You and AI

You and AI: Tech's role in the world of health care

NBC Universal, Inc.

Artificial intelligence is more pervasive in healthcare than you may realize. It could even be a part of your next colonoscopy, a procedure to screen for colorectal cancer.

Dr. Joe Frasca, a gastroenterologist, and his team at RUSH University Medical Center now have additional support in their brand new endoscopy suites, in the form of a computer system called “GI Genius.”

“It's actually evaluating the very same image that we're seeing on the screen. And it's been programmed in a way where it can actually detect polyps that we are also looking for,” Frasca said.

Powered by artificial intelligence, the computer system flashes a green box on the monitor when it detects something the surgeon should look at closely.

“I see it as an additional tool for us to make sure that we're not missing something,” Frasca said, saying he sees few drawbacks, if any, to the AI aide. “The technology is only seeing what you're seeing. So you still need to do a good job. You still need to be, you know, the eyes on the screen, but it's there to help you."

The “GI Genius” in an endoscopy suite is one practical AI application, but algorithms dictate much more in medicine.

Global data platform, Statista, valued the artificial intelligence healthcare market at $11 billion in 2021 and estimated it to be worth $187 billion in the year 2030.

“Artificial intelligence, it can be a great friend, but it also can be something that can harm us,” said Dr. Marshall Chin, Richard Parrillo Family Professor of Healthcare Ethics in the Department of Medicine at the University of Chicago.

Chin is an expert in healthcare ethics, and says one danger with AI is the risk of exacerbating racial disparities that already exist in medicine.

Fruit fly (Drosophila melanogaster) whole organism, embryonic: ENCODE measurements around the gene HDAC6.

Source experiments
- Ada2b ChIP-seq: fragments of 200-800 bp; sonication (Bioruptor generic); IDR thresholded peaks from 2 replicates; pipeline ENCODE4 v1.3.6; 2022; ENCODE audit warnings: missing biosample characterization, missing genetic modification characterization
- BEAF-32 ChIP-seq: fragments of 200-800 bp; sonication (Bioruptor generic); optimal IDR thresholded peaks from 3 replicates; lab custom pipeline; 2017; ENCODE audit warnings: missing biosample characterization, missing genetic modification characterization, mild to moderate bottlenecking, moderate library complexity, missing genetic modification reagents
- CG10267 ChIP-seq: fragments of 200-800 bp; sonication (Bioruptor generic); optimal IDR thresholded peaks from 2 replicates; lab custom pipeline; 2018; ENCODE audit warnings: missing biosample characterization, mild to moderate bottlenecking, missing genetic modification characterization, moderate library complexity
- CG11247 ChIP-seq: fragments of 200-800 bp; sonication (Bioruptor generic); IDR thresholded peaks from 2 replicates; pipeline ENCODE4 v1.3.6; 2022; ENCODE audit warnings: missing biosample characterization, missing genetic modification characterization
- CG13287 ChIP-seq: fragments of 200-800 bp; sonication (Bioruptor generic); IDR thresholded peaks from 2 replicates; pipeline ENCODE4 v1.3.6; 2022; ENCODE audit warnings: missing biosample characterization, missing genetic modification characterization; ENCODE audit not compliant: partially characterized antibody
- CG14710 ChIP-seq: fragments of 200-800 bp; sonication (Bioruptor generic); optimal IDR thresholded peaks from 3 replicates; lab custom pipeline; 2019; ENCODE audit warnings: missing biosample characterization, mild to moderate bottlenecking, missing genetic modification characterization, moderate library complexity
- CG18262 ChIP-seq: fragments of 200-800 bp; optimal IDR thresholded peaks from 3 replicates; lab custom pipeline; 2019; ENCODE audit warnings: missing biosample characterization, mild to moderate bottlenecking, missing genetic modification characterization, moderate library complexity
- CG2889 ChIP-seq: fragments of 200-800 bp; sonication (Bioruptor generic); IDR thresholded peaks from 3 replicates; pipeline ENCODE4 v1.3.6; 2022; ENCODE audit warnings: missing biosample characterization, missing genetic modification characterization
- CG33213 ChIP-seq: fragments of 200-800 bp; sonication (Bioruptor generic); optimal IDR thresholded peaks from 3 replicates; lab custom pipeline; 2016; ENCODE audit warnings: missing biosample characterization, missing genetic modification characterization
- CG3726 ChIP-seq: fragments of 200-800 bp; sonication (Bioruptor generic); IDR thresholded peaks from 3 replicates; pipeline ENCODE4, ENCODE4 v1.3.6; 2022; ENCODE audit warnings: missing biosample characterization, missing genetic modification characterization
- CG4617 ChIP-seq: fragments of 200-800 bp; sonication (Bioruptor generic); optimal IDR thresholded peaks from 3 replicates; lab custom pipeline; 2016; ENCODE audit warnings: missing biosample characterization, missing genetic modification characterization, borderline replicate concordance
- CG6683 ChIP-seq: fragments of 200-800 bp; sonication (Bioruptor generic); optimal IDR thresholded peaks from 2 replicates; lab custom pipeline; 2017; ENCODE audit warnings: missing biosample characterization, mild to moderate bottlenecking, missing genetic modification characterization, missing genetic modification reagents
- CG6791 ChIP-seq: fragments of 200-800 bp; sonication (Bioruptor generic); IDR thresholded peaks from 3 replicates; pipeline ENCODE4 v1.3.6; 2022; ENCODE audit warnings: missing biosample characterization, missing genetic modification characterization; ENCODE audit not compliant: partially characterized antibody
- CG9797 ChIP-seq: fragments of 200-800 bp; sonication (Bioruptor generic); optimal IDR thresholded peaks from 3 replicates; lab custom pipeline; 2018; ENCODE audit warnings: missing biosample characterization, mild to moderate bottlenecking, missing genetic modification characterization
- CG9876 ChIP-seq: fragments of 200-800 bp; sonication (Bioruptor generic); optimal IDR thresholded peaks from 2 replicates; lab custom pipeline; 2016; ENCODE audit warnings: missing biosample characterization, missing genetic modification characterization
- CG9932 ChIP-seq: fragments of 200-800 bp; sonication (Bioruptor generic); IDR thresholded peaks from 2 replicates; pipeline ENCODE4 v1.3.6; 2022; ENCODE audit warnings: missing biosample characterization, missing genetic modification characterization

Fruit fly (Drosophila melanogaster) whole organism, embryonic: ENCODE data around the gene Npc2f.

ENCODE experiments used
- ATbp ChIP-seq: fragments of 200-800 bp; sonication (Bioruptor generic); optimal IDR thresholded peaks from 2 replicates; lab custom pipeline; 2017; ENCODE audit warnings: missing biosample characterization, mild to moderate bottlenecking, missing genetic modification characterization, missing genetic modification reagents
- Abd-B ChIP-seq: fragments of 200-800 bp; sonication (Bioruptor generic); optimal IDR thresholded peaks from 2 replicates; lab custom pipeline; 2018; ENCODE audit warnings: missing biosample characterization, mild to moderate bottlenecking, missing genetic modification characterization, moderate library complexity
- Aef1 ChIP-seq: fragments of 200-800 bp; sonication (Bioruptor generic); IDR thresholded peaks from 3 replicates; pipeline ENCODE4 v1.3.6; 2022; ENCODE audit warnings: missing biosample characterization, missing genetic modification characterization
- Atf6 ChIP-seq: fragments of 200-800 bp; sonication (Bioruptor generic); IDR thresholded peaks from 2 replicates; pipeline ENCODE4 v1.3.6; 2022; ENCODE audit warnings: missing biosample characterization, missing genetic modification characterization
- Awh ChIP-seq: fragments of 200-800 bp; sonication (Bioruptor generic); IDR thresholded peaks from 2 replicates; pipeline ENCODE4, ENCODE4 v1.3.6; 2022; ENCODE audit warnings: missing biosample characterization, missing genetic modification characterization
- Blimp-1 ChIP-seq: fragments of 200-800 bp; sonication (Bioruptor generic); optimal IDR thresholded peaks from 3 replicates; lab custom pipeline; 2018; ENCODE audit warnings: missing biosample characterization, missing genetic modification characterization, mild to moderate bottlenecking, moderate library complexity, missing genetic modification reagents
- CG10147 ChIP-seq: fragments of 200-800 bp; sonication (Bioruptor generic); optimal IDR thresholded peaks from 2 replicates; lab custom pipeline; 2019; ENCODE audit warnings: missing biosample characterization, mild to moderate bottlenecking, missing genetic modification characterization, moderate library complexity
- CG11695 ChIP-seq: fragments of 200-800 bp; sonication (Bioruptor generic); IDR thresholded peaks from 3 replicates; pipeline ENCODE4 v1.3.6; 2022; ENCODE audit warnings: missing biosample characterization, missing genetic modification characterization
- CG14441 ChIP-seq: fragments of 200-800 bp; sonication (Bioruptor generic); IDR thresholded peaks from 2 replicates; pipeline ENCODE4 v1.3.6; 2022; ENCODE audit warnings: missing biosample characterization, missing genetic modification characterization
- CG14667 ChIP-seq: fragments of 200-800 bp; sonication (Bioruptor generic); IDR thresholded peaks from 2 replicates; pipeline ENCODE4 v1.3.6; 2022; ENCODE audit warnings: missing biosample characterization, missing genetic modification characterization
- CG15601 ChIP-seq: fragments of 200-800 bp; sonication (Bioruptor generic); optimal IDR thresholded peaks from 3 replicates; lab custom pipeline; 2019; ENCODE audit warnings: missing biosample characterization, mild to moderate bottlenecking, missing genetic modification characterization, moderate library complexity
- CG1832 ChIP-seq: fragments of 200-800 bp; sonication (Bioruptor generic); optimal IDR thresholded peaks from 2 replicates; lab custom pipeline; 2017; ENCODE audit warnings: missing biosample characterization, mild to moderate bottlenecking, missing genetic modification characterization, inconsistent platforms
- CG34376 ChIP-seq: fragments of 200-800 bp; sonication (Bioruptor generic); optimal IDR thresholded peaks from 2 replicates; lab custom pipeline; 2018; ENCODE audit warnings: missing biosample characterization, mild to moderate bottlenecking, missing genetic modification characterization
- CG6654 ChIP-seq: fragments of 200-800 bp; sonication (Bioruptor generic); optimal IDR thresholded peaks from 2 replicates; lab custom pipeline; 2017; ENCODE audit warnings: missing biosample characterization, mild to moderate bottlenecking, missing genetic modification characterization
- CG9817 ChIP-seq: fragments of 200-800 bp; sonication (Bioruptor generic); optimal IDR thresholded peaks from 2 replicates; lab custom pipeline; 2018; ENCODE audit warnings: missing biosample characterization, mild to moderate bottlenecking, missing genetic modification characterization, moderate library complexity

Chin refers to a hallmark study, done several years ago, that found a flawed formula prevented Black people from getting additional services offered by some hospitals.

“One of the major algorithms that commercial companies use was biased. And so that, again, if you're African American, you had to be sicker to qualify for the case management program than if you were white person,” Chin said.

That’s why Chin is pushing for transparency.

“So we know how these algorithms were developed. Were the data biased or not? Are the algorithms biased or not?” Chin said.

When it comes to oversight, Chin admits that’s one of the challenges right now.

“It's like the wild west where there aren't clear standards,” Chin said. “We need to have all the partners to get together, private industry, the government, patients, communities need to be a table in a big way. Health professionals, the people who make these algorithms, so whole variety of folks need to be the table come up with the best solutions.”

In the meantime, Chin urges everyone to ask questions about their care, including if AI is part of the provider’s decision-making process.

“If it doesn't make sense to you, you don't understand it, you need to speak up,” Chin said.

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